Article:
British Airways has temporarily suspended passenger flights to and from Hong Kong after more of its aircrew were sent to a government quarantine camp.
Two separate sources said the British flag carrier had taken the decision after one aircrew member tested positive for Covid-19 on arrival at Hong Kong International Airport on Saturday. The test result led to most of the BA staff on the flight being taken to Penny’s Bay quarantine centre on Lantau Island.
Health officials also refused to allow the crew to return to Britain on an empty flight instead.
BA was scheduled to operate daily flights to and from Hong Kong to London’s Heathrow airport, and had a daily service planned for December.
The carrier cancelled its Hong Kong-bound flight on Saturday triggering a knock-on effect for its service back to London on Sunday.
A London-bound passenger flight scheduled to leave Hong Kong at 11.45pm on Saturday was set to be BA’s last for an unspecified period.
In a statement, the carrier said: “We have made the difficult decision to temporarily suspend flights to Hong Kong while we review operational requirements for this route.”
A spokeswoman added that BA was supporting crew currently isolating in Hong Kong.
BA’s website shows its flights to Hong Kong are cancelled at least until December 3.
The temporary suspension, which had passengers scrambling for new flights, could also affect those trying to return to their homes and families in time for Christmas.
The action comes after BA crew were also detained the previous week. Similar incidents involving foreign aircrew have affected multiple carriers and prompted much criticism from the airline community.
The Department of Health confirmed in a statement that one BA crew member on November 20 and another on Saturday had tested positive for Covid-19 on arrival at Hong Kong airport.
“According to epidemiological investigations, other crew members on the same plane are classified as close contacts and must be sent to a quarantine centre for quarantine,” it said.
A spokesman said the crew members from the November 20 case had since returned to Britain.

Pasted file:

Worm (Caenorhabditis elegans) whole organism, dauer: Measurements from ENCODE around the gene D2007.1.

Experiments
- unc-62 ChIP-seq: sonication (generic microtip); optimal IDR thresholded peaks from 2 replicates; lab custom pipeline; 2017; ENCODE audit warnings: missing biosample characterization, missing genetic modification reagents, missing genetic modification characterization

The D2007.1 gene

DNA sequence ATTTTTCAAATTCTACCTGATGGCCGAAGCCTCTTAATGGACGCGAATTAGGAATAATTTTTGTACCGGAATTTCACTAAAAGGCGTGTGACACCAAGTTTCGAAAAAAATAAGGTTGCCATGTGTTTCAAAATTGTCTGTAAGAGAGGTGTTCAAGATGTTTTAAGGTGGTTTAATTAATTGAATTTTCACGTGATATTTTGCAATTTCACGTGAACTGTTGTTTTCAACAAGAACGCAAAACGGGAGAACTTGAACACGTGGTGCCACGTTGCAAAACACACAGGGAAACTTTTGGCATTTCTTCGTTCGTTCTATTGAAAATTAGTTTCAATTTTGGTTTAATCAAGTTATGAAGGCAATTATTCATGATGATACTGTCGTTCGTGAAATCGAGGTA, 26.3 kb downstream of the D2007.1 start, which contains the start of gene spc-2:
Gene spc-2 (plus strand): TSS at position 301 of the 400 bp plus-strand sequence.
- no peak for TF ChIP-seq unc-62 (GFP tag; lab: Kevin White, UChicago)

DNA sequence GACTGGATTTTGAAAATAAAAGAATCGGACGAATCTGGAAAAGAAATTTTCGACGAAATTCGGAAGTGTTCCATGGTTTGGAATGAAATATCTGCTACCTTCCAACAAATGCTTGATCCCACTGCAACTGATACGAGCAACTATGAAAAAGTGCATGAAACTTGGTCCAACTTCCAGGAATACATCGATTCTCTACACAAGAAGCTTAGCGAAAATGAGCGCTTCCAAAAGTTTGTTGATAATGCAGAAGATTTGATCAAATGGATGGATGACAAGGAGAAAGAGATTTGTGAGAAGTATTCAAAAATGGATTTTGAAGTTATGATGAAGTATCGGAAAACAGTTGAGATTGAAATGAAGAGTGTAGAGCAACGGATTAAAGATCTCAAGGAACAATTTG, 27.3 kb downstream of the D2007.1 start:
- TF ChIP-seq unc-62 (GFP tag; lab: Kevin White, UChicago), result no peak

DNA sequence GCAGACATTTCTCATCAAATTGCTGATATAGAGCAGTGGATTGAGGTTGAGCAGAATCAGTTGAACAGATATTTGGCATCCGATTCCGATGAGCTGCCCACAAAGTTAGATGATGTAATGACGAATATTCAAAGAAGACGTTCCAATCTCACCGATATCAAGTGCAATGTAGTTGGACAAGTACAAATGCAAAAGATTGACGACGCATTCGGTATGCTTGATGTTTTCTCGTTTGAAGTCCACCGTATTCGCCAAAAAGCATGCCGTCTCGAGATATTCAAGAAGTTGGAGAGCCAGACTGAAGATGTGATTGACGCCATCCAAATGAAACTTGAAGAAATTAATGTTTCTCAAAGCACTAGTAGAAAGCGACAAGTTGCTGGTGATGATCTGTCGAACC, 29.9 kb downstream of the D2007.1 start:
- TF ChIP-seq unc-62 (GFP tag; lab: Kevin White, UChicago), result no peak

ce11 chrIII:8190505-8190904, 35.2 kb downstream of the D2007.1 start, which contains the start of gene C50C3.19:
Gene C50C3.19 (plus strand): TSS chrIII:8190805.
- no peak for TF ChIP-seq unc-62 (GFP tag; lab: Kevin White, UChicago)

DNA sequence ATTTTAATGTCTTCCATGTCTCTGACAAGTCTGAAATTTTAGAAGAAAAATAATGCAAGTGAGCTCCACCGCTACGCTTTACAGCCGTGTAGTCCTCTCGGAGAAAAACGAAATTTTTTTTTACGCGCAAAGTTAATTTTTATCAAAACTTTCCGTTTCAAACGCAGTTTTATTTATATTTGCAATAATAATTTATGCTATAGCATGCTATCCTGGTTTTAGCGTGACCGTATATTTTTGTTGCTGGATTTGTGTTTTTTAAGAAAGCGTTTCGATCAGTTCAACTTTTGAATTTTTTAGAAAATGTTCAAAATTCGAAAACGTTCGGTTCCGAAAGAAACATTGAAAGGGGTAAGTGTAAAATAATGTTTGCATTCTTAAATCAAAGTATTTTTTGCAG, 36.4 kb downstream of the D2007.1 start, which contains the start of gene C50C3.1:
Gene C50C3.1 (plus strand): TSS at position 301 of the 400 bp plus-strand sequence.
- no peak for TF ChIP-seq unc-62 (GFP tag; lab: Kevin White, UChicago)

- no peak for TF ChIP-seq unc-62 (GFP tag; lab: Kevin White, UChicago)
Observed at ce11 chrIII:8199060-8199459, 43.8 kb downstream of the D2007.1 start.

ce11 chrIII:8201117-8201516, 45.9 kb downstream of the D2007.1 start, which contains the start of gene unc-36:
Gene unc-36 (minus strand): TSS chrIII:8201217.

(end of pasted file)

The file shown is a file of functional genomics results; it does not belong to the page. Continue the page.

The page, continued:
In recent months, many carriers have opted to stop their aircrew laying over in Hong Kong to avoid the risk of detention despite many airlines only sending fully vaccinated crew and complying with preflight Covid-19 tests.
Air Canada, Emirates, KLM Royal Dutch Airlines and United Airlines are just some of the major carriers choosing to avoid stopovers in Hong Kong.
The sudden cancellation was a nasty surprise for BA passenger Gregory Yu who had been due to leave London for Hong Kong within hours.
“I’ve just found out that my flight is cancelled … they cancelled it in less than 12 hours time as I checked it at 1am [GMT] last night and it’s still going on, even asked me to arrive at [the] airport 5 hours ago,” he wrote on the Hong Kong Quarantine Support Group’s Facebook page.
Yu managed to grab a last-minute Virgin Atlantic flight departing on Saturday night but paid £554 (US$738) for it, £106 more than for his BA ticket.
Hong Kong has staunchly defended a zero-Covid strategy that has resulted in months of no local coronavirus infections. Many travellers face a mandatory 21 days of hotel quarantine.
Local aircrew also must quarantine for up to 14 days or face strict medical surveillance checks for the same period under recently tightened rules.
The stricter rules for aircrew stemmed from three Cathay Pacific pilots – since dismissed – breaching company policies overseas, and returning to Hong Kong infected with the virus while enjoying isolation exemptions.
With quarantine measures unlikely to be removed for some time, global package delivery giant FedEx opted to shut down its Hong Kong pilot base having earlier moved staff to San Francisco over the aircrew isolation policy.
Cathay Pacific this week said it would cancel many inbound flights after failing to find enough pilots for its so-called closed-loop arrangement.